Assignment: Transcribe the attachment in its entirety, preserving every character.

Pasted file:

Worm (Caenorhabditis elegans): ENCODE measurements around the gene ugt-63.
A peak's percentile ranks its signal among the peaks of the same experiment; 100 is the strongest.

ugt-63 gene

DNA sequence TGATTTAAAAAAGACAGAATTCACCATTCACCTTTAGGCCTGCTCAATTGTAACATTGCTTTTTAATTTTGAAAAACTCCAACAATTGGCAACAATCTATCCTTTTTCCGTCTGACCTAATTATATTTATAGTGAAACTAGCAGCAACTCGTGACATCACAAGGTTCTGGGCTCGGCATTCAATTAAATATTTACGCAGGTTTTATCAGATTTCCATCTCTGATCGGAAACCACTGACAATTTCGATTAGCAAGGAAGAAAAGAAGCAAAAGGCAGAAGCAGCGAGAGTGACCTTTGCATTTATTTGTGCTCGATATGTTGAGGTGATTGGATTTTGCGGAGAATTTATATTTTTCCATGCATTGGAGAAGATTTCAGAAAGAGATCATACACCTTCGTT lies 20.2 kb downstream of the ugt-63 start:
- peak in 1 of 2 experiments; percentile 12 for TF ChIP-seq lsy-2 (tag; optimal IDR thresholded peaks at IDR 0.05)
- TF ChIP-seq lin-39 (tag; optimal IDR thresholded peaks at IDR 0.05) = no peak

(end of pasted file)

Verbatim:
Worm (Caenorhabditis elegans): ENCODE measurements around the gene ugt-63.
A peak's percentile ranks its signal among the peaks of the same experiment; 100 is the strongest.

ugt-63 gene

DNA sequence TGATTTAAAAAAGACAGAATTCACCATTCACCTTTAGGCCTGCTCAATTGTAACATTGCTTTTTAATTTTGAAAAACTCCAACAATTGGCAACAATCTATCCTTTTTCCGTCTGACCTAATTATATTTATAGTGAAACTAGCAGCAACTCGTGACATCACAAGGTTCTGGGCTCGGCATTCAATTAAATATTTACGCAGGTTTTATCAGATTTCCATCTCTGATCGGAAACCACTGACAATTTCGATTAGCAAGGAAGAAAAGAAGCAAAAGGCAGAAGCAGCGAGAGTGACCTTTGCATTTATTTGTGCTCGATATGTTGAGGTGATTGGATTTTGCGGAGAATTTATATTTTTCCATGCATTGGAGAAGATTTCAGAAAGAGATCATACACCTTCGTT lies 20.2 kb downstream of the ugt-63 start:
- peak in 1 of 2 experiments; percentile 12 for TF ChIP-seq lsy-2 (tag; optimal IDR thresholded peaks at IDR 0.05)
- TF ChIP-seq lin-39 (tag; optimal IDR thresholded peaks at IDR 0.05) = no peak